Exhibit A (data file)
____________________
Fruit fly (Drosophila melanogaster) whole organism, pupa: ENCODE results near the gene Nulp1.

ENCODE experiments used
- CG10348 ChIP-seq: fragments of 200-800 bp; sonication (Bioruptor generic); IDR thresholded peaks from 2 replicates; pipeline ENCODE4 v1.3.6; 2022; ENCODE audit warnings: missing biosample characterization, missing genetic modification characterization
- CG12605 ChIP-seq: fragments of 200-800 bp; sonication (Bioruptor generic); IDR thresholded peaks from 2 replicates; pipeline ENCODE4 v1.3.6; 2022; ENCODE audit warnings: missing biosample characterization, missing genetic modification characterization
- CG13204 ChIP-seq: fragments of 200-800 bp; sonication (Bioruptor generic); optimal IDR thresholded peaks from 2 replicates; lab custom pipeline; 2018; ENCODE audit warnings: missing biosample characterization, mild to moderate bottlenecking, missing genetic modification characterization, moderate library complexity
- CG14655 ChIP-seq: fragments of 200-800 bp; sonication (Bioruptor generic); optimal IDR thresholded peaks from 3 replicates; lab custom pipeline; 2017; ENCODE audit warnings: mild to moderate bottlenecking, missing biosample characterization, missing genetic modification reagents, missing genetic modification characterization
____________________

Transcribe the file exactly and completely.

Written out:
Fruit fly (Drosophila melanogaster) whole organism, pupa: ENCODE results near the gene Nulp1.

ENCODE experiments used
- CG10348 ChIP-seq: fragments of 200-800 bp; sonication (Bioruptor generic); IDR thresholded peaks from 2 replicates; pipeline ENCODE4 v1.3.6; 2022; ENCODE audit warnings: missing biosample characterization, missing genetic modification characterization
- CG12605 ChIP-seq: fragments of 200-800 bp; sonication (Bioruptor generic); IDR thresholded peaks from 2 replicates; pipeline ENCODE4 v1.3.6; 2022; ENCODE audit warnings: missing biosample characterization, missing genetic modification characterization
- CG13204 ChIP-seq: fragments of 200-800 bp; sonication (Bioruptor generic); optimal IDR thresholded peaks from 2 replicates; lab custom pipeline; 2018; ENCODE audit warnings: missing biosample characterization, mild to moderate bottlenecking, missing genetic modification characterization, moderate library complexity
- CG14655 ChIP-seq: fragments of 200-800 bp; sonication (Bioruptor generic); optimal IDR thresholded peaks from 3 replicates; lab custom pipeline; 2017; ENCODE audit warnings: mild to moderate bottlenecking, missing biosample characterization, missing genetic modification reagents, missing genetic modification characterization